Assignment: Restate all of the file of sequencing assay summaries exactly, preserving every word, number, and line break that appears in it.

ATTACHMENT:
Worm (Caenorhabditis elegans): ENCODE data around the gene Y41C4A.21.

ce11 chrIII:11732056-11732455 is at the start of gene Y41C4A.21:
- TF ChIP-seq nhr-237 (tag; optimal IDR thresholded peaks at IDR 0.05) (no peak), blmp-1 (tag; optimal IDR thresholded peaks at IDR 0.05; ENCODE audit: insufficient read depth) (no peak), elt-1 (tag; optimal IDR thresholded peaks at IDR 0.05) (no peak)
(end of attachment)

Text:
Worm (Caenorhabditis elegans): ENCODE data around the gene Y41C4A.21.

ce11 chrIII:11732056-11732455 is at the start of gene Y41C4A.21:
- TF ChIP-seq nhr-237 (tag; optimal IDR thresholded peaks at IDR 0.05) (no peak), blmp-1 (tag; optimal IDR thresholded peaks at IDR 0.05; ENCODE audit: insufficient read depth) (no peak), elt-1 (tag; optimal IDR thresholded peaks at IDR 0.05) (no peak)